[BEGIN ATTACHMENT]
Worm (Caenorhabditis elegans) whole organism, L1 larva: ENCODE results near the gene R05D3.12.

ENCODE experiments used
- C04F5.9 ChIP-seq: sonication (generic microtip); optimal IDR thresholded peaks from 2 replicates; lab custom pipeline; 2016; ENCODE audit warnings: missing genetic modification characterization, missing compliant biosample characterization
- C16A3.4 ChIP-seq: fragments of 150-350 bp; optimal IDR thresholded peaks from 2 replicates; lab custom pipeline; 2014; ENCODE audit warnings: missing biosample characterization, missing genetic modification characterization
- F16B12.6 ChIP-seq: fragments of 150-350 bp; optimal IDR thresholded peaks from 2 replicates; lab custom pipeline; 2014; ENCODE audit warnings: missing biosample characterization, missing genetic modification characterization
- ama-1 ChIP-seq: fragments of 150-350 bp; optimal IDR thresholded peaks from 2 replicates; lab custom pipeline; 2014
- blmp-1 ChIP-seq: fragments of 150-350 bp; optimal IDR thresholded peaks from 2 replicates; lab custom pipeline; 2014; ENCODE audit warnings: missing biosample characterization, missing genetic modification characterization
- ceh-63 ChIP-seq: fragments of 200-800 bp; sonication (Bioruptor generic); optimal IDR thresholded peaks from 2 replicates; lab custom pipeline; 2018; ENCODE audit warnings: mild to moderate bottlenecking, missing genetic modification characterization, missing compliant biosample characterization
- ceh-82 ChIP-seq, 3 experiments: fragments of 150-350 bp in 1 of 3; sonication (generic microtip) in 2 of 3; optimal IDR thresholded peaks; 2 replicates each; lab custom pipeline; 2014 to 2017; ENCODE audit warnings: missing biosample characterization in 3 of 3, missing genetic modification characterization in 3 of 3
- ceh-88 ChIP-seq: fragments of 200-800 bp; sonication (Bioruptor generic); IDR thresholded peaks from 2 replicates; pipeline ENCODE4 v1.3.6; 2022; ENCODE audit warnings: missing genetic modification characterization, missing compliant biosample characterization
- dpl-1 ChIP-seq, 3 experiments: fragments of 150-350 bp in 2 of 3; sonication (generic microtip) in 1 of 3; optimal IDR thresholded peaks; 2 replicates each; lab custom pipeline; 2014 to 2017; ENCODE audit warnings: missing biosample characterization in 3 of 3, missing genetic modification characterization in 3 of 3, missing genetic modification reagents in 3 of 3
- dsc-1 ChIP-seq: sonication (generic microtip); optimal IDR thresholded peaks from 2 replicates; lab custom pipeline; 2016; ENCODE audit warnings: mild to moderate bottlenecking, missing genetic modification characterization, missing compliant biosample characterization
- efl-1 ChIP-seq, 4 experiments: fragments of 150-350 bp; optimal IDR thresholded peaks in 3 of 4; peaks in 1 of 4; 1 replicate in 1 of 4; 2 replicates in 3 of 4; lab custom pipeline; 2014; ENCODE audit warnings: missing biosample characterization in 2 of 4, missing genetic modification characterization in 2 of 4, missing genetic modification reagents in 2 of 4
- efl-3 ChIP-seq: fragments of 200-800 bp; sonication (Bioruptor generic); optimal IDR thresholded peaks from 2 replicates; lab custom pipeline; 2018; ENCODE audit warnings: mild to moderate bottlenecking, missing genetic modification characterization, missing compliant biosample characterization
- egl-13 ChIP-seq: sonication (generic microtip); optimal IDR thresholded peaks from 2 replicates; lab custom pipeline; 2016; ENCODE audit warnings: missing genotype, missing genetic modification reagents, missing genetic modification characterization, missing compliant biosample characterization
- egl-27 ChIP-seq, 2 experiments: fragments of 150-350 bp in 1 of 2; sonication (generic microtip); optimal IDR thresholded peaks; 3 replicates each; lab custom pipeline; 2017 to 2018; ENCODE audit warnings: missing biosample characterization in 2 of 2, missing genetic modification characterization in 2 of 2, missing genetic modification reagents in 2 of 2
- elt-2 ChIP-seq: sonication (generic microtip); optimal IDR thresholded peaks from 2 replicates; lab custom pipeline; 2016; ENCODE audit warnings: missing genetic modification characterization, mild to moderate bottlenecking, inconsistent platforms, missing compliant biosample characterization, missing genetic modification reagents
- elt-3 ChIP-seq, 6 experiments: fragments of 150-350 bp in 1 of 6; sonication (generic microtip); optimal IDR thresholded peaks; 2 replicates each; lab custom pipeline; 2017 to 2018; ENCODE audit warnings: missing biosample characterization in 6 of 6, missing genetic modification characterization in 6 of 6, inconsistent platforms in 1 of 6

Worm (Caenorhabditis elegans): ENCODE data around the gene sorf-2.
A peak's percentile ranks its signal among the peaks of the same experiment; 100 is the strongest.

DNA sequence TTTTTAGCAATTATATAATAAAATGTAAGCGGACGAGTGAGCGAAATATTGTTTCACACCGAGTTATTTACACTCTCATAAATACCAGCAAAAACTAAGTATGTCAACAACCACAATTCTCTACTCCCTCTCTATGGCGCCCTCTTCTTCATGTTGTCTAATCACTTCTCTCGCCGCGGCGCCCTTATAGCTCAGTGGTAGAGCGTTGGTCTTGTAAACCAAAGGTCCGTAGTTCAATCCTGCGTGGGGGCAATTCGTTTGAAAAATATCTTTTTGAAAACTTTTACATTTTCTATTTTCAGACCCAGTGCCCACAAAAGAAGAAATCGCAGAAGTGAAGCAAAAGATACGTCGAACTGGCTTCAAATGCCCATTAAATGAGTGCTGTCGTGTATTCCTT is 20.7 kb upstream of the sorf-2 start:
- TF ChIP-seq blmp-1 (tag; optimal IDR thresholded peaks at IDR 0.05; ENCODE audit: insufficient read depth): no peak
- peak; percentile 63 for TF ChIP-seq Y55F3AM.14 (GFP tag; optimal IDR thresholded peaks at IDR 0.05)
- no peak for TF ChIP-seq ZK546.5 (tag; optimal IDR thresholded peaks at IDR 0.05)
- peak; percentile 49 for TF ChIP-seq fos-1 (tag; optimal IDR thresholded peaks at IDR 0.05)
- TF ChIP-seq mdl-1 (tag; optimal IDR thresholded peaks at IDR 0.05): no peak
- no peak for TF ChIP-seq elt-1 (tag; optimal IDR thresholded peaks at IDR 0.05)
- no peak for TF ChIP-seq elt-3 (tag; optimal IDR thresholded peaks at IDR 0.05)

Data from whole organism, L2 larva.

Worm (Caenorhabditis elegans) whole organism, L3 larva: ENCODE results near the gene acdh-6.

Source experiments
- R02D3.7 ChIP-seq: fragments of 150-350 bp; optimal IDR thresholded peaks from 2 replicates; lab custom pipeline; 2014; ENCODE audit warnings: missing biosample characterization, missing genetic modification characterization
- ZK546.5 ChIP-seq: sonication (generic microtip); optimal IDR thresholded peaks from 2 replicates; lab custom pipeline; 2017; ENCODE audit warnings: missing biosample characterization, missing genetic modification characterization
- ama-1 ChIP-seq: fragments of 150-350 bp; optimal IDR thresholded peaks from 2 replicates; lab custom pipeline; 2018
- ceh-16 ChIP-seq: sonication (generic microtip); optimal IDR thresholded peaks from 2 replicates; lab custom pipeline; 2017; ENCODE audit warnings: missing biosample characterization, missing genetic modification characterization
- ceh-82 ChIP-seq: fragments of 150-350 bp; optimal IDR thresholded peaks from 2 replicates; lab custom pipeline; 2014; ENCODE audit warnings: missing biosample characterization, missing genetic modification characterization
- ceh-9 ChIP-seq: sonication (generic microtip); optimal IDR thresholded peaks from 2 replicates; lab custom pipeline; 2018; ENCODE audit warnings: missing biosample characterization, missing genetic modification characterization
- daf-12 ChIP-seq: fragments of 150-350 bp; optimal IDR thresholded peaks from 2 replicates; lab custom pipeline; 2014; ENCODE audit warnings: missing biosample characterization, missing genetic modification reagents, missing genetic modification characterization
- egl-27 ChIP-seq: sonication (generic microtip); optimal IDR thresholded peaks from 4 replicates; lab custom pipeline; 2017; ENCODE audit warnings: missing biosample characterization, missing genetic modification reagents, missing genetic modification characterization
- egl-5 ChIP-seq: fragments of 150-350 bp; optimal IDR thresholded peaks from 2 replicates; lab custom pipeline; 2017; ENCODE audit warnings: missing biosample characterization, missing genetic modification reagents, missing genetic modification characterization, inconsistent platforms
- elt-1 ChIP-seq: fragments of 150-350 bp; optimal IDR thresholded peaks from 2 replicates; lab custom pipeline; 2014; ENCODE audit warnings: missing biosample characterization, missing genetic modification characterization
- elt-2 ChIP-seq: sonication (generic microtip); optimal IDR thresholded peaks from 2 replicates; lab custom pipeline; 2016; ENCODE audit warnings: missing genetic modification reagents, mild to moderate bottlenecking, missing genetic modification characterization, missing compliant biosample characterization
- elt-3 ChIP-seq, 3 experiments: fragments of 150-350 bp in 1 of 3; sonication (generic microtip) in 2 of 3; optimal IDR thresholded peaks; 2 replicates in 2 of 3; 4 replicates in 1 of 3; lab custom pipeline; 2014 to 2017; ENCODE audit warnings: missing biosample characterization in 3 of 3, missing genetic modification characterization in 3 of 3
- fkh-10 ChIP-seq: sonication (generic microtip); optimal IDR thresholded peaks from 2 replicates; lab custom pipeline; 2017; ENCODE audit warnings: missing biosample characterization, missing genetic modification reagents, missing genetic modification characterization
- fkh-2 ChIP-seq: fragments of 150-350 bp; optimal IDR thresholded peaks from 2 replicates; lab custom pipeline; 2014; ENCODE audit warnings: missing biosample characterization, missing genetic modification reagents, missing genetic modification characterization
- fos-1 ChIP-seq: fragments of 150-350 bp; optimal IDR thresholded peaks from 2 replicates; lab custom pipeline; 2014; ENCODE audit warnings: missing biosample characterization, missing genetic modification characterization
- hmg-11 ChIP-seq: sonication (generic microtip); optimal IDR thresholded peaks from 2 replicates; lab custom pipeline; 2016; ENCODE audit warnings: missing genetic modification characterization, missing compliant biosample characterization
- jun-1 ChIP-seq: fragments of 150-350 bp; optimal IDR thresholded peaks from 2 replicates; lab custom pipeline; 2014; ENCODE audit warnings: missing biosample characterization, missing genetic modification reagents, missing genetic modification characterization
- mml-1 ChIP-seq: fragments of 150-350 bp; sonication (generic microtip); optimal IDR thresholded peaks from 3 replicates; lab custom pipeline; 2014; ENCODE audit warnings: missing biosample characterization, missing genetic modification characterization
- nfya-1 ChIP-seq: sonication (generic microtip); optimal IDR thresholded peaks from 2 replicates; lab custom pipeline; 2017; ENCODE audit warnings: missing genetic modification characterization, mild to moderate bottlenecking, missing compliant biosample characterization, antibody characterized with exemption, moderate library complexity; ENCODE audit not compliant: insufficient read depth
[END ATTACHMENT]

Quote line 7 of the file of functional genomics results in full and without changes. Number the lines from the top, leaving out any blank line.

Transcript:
- blmp-1 ChIP-seq: fragments of 150-350 bp; optimal IDR thresholded peaks from 2 replicates; lab custom pipeline; 2014; ENCODE audit warnings: missing biosample characterization, missing genetic modification characterization